Surveillance in the Majority World Research Network

Surveillance in the Global South Researchers’ Workshop 2021

23 August 2021, Online

This workshop was financed by the Discipline of Geology- Third-Party Funding Reserves at the University of Münster.

The 2021 workshop included six topics, each with an affiliated discussant with research experience in that field (see the table below).

Azadeh AkbariAcademic Staff (Post-Doc), Political Geography Working Group, University of MünsterPlatform Surveillance
Chenai ChairSpecial Advisor for Africa Innovation at MozillaSurveillance and gender
Shyam KrishnaPhD Candidate, Digital Organisation and Society Research Centre, Royal Holloway University of LondonWorkplace datafication and surveillance
Midori OgasawaraAssistant Professor, Department of Sociology, University of VictoriaSurveillance & COVID-19
Ozgun TopakAssistant Professor, Department of Social Science, York UniversitySurveillance and democracy
Keren WeitzbergLecturer, History Department, University College London (UCL) and independent consultantSurveillance and humanitarian aid

The focus of the workshop was on the discussions after the presentations, where the small group had enough time to engage meaningfully in providing others with feedback, comments, and ideas. The presentation titles are mentioned in the table below. Furthermore, a short summary of each participant’s abstract is introduced.

Presentation by:TitleTopic
Silvia Masiero University of Oslo, Associate ProfessorDigital Identity as Platform-Mediated Surveillance: A Study of Design Propertiesplatform surveillance
Margie Cheesman Oxford Internet Institute, DPhil StudentFaith in infrastructure: Reconceptualising blockchain in aidSurveillance and humanitarian aid
Deniz Yonucu Newcastle University,  Lecturer  Refusing to be an informant:  Affective Technologies of Surveillance, Refusal, and the Reclamation of Dignitysurveillance and democracy
Mardiya Siba Yahaya Witwatersrand University (Johannesburg), Master Student- SociologyThe Gendered Surveillance of Black Muslim Influencers on InstagramGender and Surveillance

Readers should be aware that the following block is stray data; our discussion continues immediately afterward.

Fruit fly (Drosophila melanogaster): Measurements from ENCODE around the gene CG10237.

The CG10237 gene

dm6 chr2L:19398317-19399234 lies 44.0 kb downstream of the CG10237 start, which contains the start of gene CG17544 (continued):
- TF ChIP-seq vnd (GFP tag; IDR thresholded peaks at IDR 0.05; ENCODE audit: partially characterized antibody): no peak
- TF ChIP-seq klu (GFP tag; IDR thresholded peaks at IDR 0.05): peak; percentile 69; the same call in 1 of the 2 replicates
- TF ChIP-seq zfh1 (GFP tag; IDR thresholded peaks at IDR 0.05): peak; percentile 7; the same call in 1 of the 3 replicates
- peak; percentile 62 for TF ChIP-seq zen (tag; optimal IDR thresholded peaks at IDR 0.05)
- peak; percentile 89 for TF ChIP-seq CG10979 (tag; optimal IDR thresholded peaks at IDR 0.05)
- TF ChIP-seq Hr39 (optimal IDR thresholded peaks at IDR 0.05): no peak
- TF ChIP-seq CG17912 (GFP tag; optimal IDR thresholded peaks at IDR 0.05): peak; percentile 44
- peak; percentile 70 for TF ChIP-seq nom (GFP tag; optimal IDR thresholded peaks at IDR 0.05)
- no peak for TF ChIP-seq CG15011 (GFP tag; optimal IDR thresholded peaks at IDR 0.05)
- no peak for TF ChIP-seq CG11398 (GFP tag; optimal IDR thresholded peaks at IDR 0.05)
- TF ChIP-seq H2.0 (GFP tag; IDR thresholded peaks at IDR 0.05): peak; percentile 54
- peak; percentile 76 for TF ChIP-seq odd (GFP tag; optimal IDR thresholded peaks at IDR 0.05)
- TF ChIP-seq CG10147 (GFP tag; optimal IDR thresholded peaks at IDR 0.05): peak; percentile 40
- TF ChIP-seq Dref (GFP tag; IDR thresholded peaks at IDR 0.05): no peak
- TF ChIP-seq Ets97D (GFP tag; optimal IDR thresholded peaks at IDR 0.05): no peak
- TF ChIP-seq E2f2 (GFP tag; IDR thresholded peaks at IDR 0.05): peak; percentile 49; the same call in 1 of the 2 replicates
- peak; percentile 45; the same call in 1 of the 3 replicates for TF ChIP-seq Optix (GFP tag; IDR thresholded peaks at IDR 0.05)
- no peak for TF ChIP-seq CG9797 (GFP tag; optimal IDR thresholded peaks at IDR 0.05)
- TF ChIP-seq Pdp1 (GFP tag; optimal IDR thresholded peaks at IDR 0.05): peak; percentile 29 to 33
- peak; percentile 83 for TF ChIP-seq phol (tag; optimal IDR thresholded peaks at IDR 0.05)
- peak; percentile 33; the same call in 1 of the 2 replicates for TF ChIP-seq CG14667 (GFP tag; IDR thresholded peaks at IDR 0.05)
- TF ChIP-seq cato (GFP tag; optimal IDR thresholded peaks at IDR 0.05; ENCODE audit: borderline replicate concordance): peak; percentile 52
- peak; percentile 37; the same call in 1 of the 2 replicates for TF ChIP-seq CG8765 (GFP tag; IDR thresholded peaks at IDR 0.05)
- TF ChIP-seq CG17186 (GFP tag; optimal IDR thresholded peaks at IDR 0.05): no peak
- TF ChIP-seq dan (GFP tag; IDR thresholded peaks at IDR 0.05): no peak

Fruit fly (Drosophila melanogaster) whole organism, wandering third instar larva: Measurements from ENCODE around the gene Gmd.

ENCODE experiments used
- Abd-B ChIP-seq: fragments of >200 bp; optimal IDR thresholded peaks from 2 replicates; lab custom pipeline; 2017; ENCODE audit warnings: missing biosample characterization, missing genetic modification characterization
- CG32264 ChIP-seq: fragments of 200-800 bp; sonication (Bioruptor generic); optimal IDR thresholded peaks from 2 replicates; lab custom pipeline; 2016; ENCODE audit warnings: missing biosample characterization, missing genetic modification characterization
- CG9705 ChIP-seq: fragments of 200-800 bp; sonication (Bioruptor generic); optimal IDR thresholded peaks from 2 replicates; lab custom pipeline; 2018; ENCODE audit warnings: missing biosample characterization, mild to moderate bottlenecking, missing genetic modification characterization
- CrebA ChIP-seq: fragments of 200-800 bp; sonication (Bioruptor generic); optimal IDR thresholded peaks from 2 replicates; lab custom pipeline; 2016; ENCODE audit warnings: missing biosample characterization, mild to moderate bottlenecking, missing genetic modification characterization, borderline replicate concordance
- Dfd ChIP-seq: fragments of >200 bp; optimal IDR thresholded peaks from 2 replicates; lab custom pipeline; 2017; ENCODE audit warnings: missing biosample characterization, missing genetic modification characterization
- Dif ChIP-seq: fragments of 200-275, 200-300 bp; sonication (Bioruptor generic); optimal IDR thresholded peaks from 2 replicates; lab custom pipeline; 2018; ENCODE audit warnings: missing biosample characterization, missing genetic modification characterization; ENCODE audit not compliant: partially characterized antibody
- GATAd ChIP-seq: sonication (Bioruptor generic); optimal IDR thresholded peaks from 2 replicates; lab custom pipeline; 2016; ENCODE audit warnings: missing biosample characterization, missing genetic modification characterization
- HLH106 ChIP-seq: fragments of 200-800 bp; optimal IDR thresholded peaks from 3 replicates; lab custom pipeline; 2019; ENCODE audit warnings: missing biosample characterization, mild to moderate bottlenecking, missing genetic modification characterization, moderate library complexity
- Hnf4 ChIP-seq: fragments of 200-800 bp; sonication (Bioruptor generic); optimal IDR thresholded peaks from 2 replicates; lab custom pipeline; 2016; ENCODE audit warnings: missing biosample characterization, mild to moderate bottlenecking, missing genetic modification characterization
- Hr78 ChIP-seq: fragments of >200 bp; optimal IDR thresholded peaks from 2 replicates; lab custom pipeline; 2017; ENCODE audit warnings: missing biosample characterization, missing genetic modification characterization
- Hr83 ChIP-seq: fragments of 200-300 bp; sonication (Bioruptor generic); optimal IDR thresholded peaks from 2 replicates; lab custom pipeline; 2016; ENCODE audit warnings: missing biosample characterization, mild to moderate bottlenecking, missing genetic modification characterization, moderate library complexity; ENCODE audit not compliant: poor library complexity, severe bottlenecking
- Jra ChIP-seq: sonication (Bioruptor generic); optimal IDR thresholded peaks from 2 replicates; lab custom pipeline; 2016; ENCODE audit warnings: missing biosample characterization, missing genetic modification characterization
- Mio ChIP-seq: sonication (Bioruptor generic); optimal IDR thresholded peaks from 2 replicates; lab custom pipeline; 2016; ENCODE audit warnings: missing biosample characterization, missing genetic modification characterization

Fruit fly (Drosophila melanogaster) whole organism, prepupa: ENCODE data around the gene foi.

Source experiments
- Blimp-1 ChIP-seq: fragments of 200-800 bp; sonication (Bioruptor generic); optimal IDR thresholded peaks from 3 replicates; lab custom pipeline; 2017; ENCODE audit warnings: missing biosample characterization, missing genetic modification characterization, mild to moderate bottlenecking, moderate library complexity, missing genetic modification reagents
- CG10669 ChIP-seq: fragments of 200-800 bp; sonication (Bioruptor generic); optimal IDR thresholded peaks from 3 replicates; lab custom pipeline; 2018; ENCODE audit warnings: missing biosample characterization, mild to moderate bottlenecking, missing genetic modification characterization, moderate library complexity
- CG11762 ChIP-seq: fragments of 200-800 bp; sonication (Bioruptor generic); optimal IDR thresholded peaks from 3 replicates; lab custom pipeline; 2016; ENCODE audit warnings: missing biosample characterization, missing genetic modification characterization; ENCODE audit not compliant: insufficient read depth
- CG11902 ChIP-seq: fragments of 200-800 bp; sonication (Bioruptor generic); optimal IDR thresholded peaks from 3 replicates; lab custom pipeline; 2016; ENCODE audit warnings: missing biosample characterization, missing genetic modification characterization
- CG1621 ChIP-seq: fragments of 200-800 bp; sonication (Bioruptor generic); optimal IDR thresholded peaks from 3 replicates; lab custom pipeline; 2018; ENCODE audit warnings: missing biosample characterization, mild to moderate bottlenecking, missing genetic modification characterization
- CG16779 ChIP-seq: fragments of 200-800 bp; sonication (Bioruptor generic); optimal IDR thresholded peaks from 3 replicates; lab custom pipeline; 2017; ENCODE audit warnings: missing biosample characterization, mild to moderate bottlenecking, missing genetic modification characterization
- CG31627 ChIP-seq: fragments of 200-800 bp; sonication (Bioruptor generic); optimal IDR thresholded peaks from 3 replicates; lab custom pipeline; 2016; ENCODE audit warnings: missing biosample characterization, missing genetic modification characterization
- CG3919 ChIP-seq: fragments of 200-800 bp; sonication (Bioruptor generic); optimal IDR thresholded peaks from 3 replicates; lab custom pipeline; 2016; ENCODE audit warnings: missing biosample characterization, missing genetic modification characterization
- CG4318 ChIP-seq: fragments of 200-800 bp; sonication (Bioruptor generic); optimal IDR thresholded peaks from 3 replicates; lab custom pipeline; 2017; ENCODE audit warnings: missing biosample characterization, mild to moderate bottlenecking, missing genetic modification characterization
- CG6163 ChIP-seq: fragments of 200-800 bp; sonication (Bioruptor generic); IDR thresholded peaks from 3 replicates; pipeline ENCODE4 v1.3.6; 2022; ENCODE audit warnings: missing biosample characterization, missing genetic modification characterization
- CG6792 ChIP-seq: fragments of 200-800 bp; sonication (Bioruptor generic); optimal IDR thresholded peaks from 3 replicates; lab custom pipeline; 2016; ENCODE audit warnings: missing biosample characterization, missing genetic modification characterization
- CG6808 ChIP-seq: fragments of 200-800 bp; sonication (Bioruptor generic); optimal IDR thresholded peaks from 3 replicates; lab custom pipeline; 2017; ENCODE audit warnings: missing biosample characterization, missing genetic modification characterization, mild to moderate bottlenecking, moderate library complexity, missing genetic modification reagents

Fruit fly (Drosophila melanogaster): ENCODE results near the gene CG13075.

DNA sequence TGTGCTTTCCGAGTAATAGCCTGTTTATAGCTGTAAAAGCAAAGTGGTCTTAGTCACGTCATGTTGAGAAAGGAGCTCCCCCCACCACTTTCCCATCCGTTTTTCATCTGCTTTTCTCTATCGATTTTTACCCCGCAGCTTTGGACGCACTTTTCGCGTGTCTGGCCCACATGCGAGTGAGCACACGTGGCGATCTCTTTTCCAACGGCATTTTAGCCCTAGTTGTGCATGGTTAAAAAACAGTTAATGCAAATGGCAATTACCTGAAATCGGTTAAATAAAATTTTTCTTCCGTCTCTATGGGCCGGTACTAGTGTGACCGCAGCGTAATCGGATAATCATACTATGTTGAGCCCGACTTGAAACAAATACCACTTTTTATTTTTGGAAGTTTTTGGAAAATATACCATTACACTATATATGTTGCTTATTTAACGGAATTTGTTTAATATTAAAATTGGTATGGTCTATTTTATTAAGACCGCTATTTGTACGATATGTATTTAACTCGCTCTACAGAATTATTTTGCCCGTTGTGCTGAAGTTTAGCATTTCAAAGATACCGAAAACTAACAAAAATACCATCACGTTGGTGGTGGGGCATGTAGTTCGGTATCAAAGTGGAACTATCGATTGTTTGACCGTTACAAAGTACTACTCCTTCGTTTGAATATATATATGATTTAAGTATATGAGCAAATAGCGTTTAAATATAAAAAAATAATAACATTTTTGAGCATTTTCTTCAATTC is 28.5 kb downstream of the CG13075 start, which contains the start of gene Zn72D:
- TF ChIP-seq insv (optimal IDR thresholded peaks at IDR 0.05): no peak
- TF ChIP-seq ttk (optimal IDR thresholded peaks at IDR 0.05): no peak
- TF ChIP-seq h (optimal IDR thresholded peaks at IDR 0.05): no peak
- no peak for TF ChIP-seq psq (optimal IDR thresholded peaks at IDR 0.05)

Marcella Siqueira Cassiano Memorial University of Newfoundland (Canada), Lecturer in SociologyChina’s COVID-19 Pandemic Response: Surveillance, Nationalism, and AutonomySurveillance and COVID-19

Silvia Masiero debated the less-discussed design properties of digital identity platforms as modular systems endowed with a core, boundary resources and complements (Masiero & Arvidsson, 2021). Her research develops the concept of platform-mediated surveillance (Masiero & Shakthi, 2020) by arguing that the modular architecture of digital platforms, developed through the design properties in point, is instrumental in producing the profiling and policing outcomes that the surveillance literature details.

Margie Cheesman questioned the dominant concept of trust in scholarly and policy debates surrounding blockchain and argued that faith is a more pertinent term. She presented a close-up research in women’s centres in Jordan, where blockchain technology is being used to deliver financial aid. She focuses on how the Islamic concept barakeh–with various cultural meanings, including blessed, consistent, substantial and dependable–is the central lens through which they evaluate the new digital system.

Deniz Yonucu examined the hypervisibility of undercover police surveillance and informant activities and their affective power over Turkey’s target populations’ political subjectivities. Following a National programme of community-oriented policing introduced in 2006, her work suggests that the threat posed by police surveillance does not necessarily or exclusively produce docility, inaction or a desire to withdraw from public visibility and become inactive.

Mardiya Siba Yahaya analysed the role the three-dimensional oppressive elements (racism, Islamophobia, misogyny) play in how black Muslim women Influencers on Instagram experience gendered affordances on the platform. Her work explores what it means to be an agent of a ‘cybergaze’ while reproducing it.

Marcella Siqueira Cassiano’s work examined the surveillance practices and technologies underpinning China’s pandemic response’s social-political, technological, and psychological facets based on policy documents issued by China’s State Council between December 2019 and December 2020. Her work demonstrates how the Communist Party has used the pandemic and its social and psychological consequences to assemble, expand, and automate its surveillance strategies and revitalize its governance apparatus.

The workshop concluded with the plans to hold the first face-to-face members’ assembly at the Surveillance Studies Network’s biennial conference in Rotterdam in 2022.